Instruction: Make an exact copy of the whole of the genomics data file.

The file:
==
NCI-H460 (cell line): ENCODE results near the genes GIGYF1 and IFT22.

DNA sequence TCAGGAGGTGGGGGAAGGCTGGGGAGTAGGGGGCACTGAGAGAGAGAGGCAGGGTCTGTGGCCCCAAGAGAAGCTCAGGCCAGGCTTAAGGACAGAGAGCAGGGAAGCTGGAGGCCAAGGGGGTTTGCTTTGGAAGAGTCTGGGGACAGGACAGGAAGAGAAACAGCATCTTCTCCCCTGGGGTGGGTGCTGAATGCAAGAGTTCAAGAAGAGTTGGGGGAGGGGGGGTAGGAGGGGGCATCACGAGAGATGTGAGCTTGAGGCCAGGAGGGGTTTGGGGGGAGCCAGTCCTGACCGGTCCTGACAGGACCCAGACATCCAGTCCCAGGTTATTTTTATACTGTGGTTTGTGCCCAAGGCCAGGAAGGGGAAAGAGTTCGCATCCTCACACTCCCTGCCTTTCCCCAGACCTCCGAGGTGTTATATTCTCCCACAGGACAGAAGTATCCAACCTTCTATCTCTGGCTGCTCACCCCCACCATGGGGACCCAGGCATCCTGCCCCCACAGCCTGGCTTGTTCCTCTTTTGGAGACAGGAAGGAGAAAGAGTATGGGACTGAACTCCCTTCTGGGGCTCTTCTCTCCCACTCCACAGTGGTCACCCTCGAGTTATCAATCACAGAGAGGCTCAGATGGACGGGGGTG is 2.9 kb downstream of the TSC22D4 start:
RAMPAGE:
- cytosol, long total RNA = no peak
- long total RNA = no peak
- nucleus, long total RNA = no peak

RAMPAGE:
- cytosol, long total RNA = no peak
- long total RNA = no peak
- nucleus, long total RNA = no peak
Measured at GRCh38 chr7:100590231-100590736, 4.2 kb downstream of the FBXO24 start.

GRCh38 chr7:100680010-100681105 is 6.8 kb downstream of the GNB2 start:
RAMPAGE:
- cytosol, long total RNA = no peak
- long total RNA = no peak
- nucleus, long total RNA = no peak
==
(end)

NCI-H460 (cell line): ENCODE results near the genes GIGYF1 and IFT22.

DNA sequence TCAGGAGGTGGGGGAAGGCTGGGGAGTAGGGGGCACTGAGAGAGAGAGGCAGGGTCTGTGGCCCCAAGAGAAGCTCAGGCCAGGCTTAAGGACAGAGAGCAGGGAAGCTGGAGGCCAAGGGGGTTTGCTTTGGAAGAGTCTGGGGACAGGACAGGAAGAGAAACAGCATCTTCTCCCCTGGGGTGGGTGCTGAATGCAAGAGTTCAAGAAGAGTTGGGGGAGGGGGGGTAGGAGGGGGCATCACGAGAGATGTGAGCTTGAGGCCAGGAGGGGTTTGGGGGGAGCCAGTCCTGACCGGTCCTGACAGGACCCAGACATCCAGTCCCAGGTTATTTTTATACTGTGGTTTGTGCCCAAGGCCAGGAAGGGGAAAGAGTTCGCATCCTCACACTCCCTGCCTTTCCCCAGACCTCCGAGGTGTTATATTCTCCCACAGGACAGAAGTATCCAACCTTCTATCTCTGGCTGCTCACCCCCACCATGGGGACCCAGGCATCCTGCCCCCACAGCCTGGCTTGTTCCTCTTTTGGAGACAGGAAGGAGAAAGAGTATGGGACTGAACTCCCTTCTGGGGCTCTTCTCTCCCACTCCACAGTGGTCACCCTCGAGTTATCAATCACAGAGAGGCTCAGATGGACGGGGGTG is 2.9 kb downstream of the TSC22D4 start:
RAMPAGE:
- cytosol, long total RNA = no peak
- long total RNA = no peak
- nucleus, long total RNA = no peak

RAMPAGE:
- cytosol, long total RNA = no peak
- long total RNA = no peak
- nucleus, long total RNA = no peak
Measured at GRCh38 chr7:100590231-100590736, 4.2 kb downstream of the FBXO24 start.

GRCh38 chr7:100680010-100681105 is 6.8 kb downstream of the GNB2 start:
RAMPAGE:
- cytosol, long total RNA = no peak
- long total RNA = no peak
- nucleus, long total RNA = no peak